Sunday, February 8, 2015

The Reader by Bernhard Schlink - a Review

"Desires, memories, fears, passions form labyrinths in which we lose and find and then lose ourselves again."

The Reader is a powerful book that delves into the depths of human emotions and morality. But it does so quietly and subtly, sneaking up on the reader with an emotionally powerful ending.

Michael Berg is a 15-year old boy, growing up in post World War II Germany. One day on his way home from school, he meets a woman twice his age. He is immediately infatuated with Hanna, and they begin an affair. One day, she disappears with no explanation. Years later, he sees her again. He is a young law student and Hanna is on trial for Nazi war crimes. As he watches the trial unfold, he comes to understand his past feelings for this woman. He contemplates how his memories of his lover and this woman on trial can be one and the same person. He also comes to realize that her biggest secret has nothing to do with her wartime activities.

Schlink's writing is direct, but understated. He delves into the taboo subject of Hanna's sexual relationship with a schoolboy realistically but without any undue detail. The focus of the story is not on the sex, but on human emotions, their relationship, and its effect on both of their lives.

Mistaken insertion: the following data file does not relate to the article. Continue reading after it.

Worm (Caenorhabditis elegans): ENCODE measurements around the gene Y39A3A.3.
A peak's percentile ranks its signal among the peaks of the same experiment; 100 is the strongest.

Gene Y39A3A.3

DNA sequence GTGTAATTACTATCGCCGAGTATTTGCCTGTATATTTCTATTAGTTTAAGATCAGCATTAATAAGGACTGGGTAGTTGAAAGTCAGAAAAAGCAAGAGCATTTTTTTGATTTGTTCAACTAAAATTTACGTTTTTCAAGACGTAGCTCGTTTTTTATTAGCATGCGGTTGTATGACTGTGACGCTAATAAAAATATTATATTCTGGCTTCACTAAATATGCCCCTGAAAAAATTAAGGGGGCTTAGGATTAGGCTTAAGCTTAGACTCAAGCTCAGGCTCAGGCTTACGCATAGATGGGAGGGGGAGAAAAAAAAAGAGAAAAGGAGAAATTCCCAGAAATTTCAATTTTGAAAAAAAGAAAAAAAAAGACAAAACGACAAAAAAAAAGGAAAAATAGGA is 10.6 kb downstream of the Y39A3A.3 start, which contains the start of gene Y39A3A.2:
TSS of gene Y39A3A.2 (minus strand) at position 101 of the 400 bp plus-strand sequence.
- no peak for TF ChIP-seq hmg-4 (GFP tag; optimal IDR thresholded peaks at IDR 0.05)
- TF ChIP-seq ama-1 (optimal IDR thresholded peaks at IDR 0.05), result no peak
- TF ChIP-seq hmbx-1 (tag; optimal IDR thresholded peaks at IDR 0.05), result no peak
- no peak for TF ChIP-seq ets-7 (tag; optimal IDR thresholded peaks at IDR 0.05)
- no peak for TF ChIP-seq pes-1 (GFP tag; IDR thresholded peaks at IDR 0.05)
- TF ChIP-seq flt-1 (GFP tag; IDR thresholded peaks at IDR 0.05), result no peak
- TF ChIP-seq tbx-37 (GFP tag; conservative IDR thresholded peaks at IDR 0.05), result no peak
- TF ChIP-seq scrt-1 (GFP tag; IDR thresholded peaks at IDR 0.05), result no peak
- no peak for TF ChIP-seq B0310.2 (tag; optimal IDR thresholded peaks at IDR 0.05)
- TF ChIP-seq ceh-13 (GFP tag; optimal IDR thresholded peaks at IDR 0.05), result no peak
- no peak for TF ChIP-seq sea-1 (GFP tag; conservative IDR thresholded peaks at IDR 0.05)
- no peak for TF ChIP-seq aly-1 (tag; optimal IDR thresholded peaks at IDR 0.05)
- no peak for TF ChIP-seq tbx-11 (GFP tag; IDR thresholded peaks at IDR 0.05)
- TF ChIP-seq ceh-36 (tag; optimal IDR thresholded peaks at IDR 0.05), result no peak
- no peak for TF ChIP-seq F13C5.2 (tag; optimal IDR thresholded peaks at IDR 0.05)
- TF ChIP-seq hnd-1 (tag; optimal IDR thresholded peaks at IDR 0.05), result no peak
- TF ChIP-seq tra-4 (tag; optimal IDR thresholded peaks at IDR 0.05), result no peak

For me, the third and last section of the book was the most powerful. There is no true understanding of reality for the two main characters until the very end. It is their reaction to this understanding which brings home the ending point of the book with sharp, emotional surprise.

This book is far removed from the genres I normally like to read. I'm glad I decided to read it as a change of pace. It doesn't get bogged down in drama or unnecessary details. It just tells the story in haunting directness, a bare reality. Humans are complex emotional beings. The two main characters were impacted by war, love, lust, passion, loneliness.....and as a reader, I was allowed into their world to see what those inner emotions, fears and passions did to their lives.

In 2008, the book was made into a movie starting Kate Winslet as Hanna. Winslet won an Academy Award and a Golden Globe for her performance. I have never seen the movie, but I hope it kept the subtlety of the book intact, focusing on the emotions of the characters and not the phyiscality of their relationship.